Ph.D. Emory University
Fields: culture; gender; global change; social movements; NGOs; nonviolence; methods; social theory
I am a cultural and political sociologist working in the fields of globalization, conflict, and social movements studies. My research has focused on questions of how changing narratives and belief systems fold into the development of conflicts and movements for social change. Currently, I am developing a book manuscript entitled, Marginalization, Mobilization, and Power, which comparatively examines three women’s movements against state violence in Argentina, Serbia, and Liberia. I have also conducted research on the role of international NGOs in the global spread of nonviolence, on developments in US foreign military training in Latin America, on gender and stratification in social movement studies, and I actively contribute to the development of social theory.
My research has been published in Research in Social Movements, Conflict, and Change, Sociological Forum, Social Movement Studies, Sociology Compass, The International Studies Compendium, The European Journal of Cultural and Political Sociology, Interface: a journal for and about social movements, Advances in Medical Sociology, and Social Theory and Health, among other edited volumes. I have recently served as a Gender, Conflict, and Peacebuilding Fellow at the Kroc Institute for International Studies at Notre Dame and as a Visiting Research Fellow at the University of New Mexico. I earned my BA in Sociology from Wellesley College and my Master’s and PhD degrees in Sociology from Emory University where I held a Laney Diversity Fellowship and an American Sociological Association Minority Dissertation Fellowship.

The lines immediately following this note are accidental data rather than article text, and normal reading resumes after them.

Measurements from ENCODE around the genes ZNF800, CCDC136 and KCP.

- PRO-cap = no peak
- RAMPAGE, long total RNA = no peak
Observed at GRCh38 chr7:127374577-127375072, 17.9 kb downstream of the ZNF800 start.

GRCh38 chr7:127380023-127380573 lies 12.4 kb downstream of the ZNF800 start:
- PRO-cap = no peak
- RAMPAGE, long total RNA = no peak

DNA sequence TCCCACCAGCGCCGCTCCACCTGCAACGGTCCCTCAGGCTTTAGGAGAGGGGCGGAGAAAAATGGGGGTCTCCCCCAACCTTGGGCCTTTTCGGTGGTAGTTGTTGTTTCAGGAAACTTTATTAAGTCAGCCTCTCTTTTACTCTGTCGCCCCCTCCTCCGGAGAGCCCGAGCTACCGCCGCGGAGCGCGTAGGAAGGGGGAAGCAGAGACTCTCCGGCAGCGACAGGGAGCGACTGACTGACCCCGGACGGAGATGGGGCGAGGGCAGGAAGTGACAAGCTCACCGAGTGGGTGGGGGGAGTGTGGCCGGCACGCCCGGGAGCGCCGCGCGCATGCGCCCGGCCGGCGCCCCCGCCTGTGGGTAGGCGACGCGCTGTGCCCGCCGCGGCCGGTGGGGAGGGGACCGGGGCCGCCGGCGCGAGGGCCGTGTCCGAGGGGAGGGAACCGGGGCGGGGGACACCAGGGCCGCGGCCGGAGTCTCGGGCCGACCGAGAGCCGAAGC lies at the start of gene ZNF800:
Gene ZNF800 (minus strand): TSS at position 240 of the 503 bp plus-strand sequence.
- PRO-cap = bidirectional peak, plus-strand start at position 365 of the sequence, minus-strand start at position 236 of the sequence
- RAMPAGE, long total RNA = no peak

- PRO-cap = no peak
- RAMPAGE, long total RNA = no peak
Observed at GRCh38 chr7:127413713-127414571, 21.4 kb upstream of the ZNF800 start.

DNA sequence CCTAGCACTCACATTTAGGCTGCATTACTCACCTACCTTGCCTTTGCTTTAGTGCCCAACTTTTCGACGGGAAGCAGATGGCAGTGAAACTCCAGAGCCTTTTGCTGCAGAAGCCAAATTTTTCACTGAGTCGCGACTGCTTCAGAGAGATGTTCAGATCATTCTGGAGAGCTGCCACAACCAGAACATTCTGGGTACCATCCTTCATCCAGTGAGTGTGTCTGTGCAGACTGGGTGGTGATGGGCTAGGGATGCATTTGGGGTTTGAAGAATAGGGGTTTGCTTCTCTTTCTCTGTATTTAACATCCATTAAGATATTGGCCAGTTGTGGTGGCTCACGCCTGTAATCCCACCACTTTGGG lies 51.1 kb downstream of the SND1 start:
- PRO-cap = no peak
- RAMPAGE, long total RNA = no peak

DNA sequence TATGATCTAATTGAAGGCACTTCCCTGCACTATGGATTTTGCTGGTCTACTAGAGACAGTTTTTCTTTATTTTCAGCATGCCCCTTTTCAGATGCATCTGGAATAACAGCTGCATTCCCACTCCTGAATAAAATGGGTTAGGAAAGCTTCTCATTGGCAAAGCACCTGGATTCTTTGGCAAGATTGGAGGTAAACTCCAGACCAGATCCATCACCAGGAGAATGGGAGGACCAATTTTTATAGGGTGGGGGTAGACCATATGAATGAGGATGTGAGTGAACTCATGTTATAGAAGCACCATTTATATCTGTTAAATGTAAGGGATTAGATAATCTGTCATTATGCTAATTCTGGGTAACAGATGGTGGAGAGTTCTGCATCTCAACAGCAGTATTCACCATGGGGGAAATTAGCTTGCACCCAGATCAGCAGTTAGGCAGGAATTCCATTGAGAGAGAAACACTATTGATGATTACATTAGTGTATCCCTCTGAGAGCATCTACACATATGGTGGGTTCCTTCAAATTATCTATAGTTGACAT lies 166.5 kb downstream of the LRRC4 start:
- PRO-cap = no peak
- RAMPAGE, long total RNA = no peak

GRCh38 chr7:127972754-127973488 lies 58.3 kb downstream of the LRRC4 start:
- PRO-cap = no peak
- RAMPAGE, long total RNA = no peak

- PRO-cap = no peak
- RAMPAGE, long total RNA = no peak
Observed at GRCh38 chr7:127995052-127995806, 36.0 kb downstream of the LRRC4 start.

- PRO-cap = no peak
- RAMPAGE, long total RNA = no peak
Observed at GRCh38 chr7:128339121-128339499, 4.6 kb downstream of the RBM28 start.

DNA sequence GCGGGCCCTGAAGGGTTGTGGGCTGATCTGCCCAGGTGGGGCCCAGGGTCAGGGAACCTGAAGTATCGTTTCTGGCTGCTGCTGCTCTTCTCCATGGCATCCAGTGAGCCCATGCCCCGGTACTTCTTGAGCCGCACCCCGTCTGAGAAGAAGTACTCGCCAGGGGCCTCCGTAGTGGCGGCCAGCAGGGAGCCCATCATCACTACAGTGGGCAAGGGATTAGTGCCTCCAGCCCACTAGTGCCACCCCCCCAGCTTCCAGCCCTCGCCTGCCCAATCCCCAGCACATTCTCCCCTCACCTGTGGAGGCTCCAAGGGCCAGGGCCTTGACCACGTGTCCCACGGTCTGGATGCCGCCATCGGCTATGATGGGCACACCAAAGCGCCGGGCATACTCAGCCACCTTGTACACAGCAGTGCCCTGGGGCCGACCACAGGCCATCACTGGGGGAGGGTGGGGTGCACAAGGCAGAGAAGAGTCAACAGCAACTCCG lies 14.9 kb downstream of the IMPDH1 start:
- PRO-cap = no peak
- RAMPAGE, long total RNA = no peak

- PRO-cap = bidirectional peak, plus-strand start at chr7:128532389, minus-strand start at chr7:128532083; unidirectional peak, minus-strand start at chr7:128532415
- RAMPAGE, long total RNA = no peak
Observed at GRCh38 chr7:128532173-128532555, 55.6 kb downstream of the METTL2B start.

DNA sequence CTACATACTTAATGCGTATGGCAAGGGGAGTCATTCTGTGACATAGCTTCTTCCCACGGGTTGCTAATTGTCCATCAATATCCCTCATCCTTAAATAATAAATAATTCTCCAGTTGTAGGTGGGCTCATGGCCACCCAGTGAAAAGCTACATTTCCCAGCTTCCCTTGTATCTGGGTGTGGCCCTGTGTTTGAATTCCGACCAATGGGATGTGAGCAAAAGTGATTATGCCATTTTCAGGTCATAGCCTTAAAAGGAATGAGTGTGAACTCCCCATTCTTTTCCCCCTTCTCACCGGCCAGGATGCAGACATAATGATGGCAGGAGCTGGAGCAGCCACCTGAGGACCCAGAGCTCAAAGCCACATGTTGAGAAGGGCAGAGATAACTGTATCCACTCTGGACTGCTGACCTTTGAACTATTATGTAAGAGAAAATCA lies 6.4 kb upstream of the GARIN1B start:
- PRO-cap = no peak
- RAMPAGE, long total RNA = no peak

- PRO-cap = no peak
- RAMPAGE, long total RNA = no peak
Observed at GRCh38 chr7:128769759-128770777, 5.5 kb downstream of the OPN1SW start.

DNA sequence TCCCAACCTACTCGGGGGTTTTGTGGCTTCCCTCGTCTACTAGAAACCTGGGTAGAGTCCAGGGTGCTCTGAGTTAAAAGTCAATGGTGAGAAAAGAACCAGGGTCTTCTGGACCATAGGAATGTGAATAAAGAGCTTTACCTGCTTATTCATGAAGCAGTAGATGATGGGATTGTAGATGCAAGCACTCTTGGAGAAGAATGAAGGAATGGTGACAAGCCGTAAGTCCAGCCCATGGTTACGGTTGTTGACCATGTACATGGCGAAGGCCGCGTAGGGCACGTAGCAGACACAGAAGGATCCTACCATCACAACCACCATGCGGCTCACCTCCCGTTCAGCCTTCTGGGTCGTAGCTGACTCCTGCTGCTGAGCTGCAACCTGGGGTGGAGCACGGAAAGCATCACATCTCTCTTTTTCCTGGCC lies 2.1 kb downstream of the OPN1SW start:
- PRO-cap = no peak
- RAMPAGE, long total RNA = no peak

At College of the Holy Cross I teach a number of courses on general and special topics in Sociology, including a Montserrat first-year seminar on Global Inequality, The Sociological Perspective, Gender and Society, Developments in Social Theory, and an upper level seminar entitled Women and Nonviolence. This year my seminar students will be undertaking empirical research in the Worcester community to add to the Worcester Women’s History Project Oral History Archives. In the 2017-2018 academic year I look forward to offering a course on Social Movements and Social Change. I enjoy working with students at all levels, from the first-year transition into college to the development of Honors theses, independent research, and preparation for professional development and post-graduate study.
Gallo-Cruz, Selina. Forthcoming 2017. “American Mothers of Nonviolence: Action and the Politics of Erasure in Women’s Nonviolent Activism” in 100 Years of the Nineteenth Amendment: An Appraisal of US Women’s Activism, edited by Holly J. McCammon and Lee Ann Banaszak, eds. Oxford: Oxford University Press.
Gallo-Cruz, Selina. 2016. “The Insufficient Imagery of Top Down, Bottom Up in Global Analysis.” Social Movement Studies Vol 16 (2).
Gallo-Cruz, Selina. 2016. “More Powerful Forces? Gender, Nonviolence, and Mobilization” Sociology Compass. September (1-13).
Gallo-Cruz. 2016. “Weaving Political Fields: Nonviolent INGOs and the Global Grassroots” European Journal of Cultural and Political Sociology 3(2-3): 243-279.
Gallo-Cruz, Selina. 2015. “Protest and Public Relations: The Reinvention of the US Army School of the Americas.” Interface: a journal for and about social movements 7(1): 322- 350.
Gallo-Cruz, Selina. 2013. “Cleansing Our Hands of the Dirty War: The Colombian Domestication of Human Rights.” Pp. 181-196 in National Policy Making: Domestication of Global Trends, edited by Pertti Alasuutaari and Ali Qadir. New York: Routledge.
Gallo-Cruz, Selina. 2012. “Organizing Global Nonviolence: The Growth and Spread of Nonviolent INGOs, 1948-2003.” Research in Social Movements, Conflict, and Change, 34: 213-256.
Gallo-Cruz, Selina. 2012. “Negotiating the Lines of Contention: Counterframing and Boundary-work in the School of the Americas Debate.” Sociological Forum 27 (1): 21-45.
Boli, John, Selina Gallo-Cruz, and Matthew Mathias. 2011. “World Polity Theory.” In The International Studies Compendium Project, edited by Robert A. Denemark. Oxford: Blackwell Publishing Ltd.
- The Sociological Perspective
- Gender and Society
- Developments in Social Theory
- Global Inequality
- Women and Nonviolence